Local food projects are steadily becoming a part of contemporary food systems and take on many forms. They are typically analyzed using an ethical, or socio-political, lens. Food focused initiatives can be understood as strategies to achieve ethical change in food systems and, as such, ethics play a guiding role. But local food is also a social movement and, thus social and political theories provide unique insights during analysis. This paper begins with the position that ontology should play a more prominent part in the analysis of local food movements,…

Towards a Particularistic Metaphysics of Recipes [Special Issue]

Issue: Issue 10 • Author/s: Giulio Sciacca
Topics: Metaphysics, Ontology

In this paper, I attempt to offer a new metaphysical account of recipes and to make sense of their relations with the authenticity of dishes. In doing so, I first show the untenability of any Platonistic characterisation of recipes, according to which recipes are universals instantiated by dishes. I do this by showing that recipes play a critical explanatory role for the sharing of culinary properties between dishes. That is, there are certain grounding relations between recipes and dishes that would not hold if recipes were Platonic universals. Then, by…

Food, Food Substitutes and Food Supplements [Special Issue]

Issue: Issue 10 • Author/s: Helena Siipi
Topics: Epistemology, Metaphysics, Ontology

Distinguishing between food, food substitutes and supplements is common in everyday life and academic work. The aim of this paper is to analyze this distinction. The question is approached from the point of view of functions. The hypothesis reads as follows: “Food has several nutritional, culinary, social, cultural, aesthetic and other functions. These functions are necessary and sufficient for something to be food. Food substitutes and supplements, serve some, but not many, functions of food. Thus, food substitutes and supplements are not food”. The contemplations of the paper speak against…

Hume’s Law, Moore’s Open Question and Aquinas’ Human Intellect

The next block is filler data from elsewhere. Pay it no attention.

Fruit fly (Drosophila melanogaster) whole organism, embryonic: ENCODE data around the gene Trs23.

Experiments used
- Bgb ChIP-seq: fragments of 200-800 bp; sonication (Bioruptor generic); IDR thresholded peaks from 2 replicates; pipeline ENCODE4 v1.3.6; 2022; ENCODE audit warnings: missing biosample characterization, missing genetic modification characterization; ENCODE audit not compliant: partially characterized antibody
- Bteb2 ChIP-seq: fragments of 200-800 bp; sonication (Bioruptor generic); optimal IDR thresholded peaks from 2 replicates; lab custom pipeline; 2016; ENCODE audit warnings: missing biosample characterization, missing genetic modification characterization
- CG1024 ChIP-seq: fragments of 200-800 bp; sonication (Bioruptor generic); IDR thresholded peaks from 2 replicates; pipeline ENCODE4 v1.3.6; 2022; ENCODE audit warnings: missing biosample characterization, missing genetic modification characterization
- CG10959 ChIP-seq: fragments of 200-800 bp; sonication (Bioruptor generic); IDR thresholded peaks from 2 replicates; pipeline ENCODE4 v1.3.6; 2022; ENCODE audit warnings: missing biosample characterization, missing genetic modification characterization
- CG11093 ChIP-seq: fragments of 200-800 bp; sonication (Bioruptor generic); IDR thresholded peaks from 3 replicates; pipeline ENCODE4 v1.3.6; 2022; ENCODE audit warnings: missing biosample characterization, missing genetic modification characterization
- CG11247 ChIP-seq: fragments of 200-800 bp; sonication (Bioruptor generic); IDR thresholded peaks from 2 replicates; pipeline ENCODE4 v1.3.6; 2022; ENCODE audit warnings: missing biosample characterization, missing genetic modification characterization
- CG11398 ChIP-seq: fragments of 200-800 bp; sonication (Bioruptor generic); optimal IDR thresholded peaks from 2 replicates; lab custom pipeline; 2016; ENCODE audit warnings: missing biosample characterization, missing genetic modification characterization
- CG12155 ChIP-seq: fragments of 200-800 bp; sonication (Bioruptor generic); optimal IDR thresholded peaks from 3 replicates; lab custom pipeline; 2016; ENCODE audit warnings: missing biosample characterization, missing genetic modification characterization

Issue: Issue 06 • Author/s: Augusto Trujillo Werner
Topics: Epistemology, Ethics, Ontology, Theoretical philosophy

This article concerns Aquinas’ practical doctrine on two philosophical difficulties underlying much contemporary ethical debate. One is Hume’s Is-ought thesis and the other is its radical consequence, Moore’s Open-question argument. These ethical paradoxes appear to have their roots in epistemological scepticism and in a deficient anthropology. A possible response to them can be found in that a) Aquinas defends the substantial unity and rationality of the human being; b) Thomistic natural law is a natural consequence of the rational being; c) Thomistic human intellect is essentially theoretical and practical at…

Presentism and Causal Processes

Issue: Issue 07 • Author/s: Ernesto Graziani
Topics: Epistemology, Ontology, Philosophy of language, Theoretical philosophy

Presentism is the view that only present temporal entities (tenselessly) exist. A widely-discussed problem for presentism concerns causation and, more specifically, the supposed cross-temporally relational character of it. I think that the best reply to this problem can already be found in the literature on temporal ontology: it consists, roughly, in showing that (at least) some of the main approaches to causation can be rephrased so as to avoid commitment to any cross-temporal relation, including the causal relation itself. The main purpose of this paper is to extend this reply…
1 2